Creating the company culture
Jul 28, 2018, Altan Akdogan
It is easy to communicate when you are only two. That was us when starting off WebGazer. The easiest way to decide on an issue was to discuss it in person or on the phone. We did not need to think on in-house culture, values and so on. This is mostly due to the fact that we, two of us, were all those at once. We were walking-ethics, values and everything you would expect from a website monitoring service.
Now that our team makes it to six of us, it was time to set the rules before the game starts. Okay, it is not hard to say we are this and that, but what is more important is to create a baseline or some ground rules on which people could make up their own minds when in need. “Company culture” sounds a bit like some moral codes where you stand by it, but for us, it defines both what we value the most and the way we work to evolve WebGazer into a better product.
We put four values on the forefront:
Our motto is “WebGazer is not a software or app, it is a service operated by real people” and yes, it is us ✌️. With this on our minds, daily operations or decisions mean more than just daily work. We put transparency in the first place. If there is something wrong, tell people something wrong. If you have failed, let’s talk about it together and come up with a solution. (There is this Super Hero Oath for entrepreneurs by famous investor Tim Draper, it has one significant line as “fail and fail again until you succeed”. We love failures, it is more transformative than anything else. Hi Tim! 🙌) These four fundamentals determine how we approach both to our users and ourselves.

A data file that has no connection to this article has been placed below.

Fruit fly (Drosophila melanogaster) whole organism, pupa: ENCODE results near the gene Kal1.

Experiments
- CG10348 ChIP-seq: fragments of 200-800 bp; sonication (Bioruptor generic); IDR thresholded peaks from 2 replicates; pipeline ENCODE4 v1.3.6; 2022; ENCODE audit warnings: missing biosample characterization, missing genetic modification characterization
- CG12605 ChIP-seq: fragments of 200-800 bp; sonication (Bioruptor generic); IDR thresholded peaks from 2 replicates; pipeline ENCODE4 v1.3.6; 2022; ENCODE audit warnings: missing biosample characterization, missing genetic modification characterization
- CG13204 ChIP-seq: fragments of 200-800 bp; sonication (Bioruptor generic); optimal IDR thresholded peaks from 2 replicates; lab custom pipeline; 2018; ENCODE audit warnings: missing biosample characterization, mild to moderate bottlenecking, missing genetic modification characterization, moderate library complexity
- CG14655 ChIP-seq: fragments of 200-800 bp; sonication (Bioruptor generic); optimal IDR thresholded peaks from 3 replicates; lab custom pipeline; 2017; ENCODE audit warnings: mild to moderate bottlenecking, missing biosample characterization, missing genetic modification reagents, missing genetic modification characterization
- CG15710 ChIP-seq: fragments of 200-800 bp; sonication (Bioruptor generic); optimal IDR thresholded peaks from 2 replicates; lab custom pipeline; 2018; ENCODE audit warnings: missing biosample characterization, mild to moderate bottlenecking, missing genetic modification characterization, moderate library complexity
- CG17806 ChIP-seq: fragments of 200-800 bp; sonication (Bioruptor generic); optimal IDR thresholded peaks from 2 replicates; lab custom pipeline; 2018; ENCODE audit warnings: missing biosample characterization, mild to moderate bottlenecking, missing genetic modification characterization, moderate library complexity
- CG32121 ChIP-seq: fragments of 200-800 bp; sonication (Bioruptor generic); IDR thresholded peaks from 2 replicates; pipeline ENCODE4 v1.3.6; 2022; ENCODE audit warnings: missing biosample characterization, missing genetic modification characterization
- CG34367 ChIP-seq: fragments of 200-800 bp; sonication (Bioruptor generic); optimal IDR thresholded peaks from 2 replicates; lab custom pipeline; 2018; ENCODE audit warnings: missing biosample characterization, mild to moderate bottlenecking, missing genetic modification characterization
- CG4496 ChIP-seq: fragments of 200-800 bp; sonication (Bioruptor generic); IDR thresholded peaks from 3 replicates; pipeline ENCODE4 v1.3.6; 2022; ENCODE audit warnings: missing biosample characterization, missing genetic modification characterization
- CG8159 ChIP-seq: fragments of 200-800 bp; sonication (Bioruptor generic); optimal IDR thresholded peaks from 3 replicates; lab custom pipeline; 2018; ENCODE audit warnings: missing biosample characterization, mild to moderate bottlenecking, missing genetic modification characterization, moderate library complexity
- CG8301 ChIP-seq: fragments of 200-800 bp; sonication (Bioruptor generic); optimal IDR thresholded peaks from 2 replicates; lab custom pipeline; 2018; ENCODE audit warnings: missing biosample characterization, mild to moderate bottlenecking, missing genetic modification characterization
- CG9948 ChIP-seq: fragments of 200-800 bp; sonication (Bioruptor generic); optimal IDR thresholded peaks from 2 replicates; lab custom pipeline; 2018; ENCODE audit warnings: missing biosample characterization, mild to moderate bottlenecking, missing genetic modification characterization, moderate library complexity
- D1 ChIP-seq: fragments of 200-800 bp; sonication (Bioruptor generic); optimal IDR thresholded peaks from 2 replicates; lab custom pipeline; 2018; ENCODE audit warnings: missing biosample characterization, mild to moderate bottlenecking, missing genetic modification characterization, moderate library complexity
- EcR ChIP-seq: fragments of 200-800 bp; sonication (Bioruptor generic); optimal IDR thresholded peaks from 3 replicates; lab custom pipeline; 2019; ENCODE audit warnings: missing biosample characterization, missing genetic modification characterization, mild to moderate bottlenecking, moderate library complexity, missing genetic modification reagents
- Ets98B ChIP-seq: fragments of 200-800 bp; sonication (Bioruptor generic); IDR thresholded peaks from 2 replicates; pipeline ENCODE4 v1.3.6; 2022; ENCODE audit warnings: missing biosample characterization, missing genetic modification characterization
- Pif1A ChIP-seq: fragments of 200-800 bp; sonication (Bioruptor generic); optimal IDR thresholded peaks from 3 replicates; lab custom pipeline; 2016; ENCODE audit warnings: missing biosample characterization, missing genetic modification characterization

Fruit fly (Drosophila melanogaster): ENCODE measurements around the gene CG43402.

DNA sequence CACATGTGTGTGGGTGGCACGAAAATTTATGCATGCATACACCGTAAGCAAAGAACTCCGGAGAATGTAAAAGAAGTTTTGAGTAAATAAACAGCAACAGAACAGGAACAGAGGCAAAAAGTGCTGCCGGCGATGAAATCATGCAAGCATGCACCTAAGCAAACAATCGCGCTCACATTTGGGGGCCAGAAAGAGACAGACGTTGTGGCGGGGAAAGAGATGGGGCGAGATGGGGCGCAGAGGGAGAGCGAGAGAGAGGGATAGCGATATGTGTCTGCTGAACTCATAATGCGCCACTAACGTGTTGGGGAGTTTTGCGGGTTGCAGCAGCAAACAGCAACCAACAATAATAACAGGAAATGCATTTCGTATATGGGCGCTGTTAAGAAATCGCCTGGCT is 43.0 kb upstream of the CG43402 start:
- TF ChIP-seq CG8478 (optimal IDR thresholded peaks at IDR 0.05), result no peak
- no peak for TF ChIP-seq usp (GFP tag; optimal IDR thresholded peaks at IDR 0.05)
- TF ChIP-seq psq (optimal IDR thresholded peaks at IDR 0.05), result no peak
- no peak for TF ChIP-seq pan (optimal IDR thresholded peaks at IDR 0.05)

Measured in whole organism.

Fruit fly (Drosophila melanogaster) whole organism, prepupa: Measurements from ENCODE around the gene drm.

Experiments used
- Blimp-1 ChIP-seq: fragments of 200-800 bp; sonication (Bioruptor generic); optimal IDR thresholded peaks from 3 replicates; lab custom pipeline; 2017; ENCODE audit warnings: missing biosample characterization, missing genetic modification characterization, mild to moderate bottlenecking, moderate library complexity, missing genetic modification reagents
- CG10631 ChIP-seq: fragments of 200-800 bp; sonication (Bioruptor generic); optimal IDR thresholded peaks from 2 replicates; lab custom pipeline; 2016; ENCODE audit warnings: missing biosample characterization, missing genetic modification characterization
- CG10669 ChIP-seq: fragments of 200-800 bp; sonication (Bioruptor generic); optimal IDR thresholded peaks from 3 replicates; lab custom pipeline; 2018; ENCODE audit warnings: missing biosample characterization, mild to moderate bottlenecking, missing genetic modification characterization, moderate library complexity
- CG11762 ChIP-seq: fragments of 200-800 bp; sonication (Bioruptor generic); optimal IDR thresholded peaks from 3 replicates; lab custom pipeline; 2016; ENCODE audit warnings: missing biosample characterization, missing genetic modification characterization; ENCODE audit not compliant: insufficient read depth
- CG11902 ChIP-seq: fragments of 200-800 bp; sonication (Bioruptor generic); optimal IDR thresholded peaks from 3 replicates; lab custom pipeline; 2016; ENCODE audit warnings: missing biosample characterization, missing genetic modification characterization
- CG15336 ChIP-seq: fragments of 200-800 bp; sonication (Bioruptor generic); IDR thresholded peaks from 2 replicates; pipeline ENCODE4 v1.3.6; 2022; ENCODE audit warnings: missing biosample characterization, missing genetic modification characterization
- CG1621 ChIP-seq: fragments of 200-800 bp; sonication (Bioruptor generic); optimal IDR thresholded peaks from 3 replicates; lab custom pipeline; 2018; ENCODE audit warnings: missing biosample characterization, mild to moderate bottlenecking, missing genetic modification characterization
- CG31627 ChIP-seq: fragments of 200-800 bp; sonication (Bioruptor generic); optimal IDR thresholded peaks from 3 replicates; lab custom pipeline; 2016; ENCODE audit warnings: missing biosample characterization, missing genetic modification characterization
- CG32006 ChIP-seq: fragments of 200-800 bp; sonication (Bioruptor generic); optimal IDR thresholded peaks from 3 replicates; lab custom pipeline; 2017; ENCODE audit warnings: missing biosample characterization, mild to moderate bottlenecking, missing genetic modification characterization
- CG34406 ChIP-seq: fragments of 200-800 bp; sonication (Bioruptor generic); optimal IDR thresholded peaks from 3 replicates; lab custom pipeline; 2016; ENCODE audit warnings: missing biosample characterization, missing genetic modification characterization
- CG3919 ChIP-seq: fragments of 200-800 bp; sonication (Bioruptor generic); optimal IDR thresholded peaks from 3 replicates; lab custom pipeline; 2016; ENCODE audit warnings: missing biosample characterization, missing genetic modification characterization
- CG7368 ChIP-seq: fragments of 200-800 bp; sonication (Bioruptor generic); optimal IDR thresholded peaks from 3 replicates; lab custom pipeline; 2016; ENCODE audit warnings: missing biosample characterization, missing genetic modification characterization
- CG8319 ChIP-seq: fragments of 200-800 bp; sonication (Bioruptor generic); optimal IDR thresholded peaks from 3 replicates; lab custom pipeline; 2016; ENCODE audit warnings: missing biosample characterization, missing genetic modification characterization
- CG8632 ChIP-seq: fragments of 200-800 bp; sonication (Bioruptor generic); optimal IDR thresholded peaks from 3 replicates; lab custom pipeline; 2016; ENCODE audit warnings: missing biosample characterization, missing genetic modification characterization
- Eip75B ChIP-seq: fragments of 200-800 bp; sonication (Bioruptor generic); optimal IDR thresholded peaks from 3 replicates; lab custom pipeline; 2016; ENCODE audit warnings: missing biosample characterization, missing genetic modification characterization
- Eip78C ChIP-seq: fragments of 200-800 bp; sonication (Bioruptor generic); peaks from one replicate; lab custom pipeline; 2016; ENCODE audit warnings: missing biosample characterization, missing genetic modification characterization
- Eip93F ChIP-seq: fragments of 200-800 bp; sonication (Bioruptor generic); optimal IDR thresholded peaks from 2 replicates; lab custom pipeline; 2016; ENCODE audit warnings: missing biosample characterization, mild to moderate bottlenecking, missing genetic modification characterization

WebGazer is a mission-critical service, dependability is a must in our line of work. As a team, we always work to make sure that our service does what it promises. This applies to our team where everyone trusts each other and our capabilities on any given task. However, it is always important to solve real problems. I put efficacy as the defining word for this, but it is broader than being just effective. It is important to keep an open mind and challenge what you think not effective or meaningful. These two fundamentals keep a thriving business on track. You need to be careful about getting stuck in a routine. You need to think outside the box without getting irrelevant to the matter.
These fundamentals seem more like a company code. But they also transform the way you think and operate. This, itself, creates a company culture where all of the team is transparent, dependable, effective and open minded. We are at the start line yet. Our first year anniversary has just passed. We have the will and determination to get ahead of what we are now. It is a long journey.